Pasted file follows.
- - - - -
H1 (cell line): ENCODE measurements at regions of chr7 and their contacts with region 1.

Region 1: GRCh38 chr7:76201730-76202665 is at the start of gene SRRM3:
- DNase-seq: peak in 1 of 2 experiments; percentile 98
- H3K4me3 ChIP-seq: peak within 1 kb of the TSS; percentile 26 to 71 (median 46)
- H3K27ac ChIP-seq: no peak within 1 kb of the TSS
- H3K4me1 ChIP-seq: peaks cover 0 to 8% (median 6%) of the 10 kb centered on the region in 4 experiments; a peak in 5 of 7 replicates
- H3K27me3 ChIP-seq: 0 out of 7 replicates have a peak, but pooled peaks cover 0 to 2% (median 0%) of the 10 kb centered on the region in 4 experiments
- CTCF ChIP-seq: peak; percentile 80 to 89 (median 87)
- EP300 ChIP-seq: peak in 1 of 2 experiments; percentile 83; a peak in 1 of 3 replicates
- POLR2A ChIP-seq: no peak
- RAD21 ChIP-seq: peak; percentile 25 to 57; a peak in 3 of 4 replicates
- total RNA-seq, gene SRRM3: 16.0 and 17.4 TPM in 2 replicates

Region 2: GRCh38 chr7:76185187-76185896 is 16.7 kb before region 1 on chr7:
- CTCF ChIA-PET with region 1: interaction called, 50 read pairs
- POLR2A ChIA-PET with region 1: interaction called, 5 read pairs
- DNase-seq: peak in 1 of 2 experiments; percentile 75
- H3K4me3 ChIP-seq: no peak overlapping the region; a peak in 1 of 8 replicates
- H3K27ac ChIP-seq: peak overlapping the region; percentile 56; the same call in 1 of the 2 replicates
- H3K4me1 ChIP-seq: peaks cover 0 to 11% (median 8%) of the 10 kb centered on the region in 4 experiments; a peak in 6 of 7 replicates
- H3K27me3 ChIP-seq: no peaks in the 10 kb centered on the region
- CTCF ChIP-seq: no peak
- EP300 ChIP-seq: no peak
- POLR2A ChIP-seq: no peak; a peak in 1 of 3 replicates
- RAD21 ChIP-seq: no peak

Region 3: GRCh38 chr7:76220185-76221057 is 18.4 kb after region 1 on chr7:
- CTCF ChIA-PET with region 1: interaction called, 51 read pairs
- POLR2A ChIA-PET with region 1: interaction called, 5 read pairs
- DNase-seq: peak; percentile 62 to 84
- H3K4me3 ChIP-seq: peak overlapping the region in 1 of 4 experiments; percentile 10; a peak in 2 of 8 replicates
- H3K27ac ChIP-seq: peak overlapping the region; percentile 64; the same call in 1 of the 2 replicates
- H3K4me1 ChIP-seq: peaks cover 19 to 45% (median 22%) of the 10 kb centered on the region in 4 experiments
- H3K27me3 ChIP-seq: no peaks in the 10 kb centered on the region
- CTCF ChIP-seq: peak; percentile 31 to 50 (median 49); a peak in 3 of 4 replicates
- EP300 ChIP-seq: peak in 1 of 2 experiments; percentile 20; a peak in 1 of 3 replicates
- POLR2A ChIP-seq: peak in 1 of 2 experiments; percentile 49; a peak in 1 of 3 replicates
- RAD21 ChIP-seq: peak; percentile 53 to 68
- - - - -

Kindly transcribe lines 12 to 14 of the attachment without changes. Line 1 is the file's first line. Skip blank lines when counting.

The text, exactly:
- total RNA-seq, gene SRRM3: 16.0 and 17.4 TPM in 2 replicates

Region 2: GRCh38 chr7:76185187-76185896 is 16.7 kb before region 1 on chr7:
- CTCF ChIA-PET with region 1: interaction called, 50 read pairs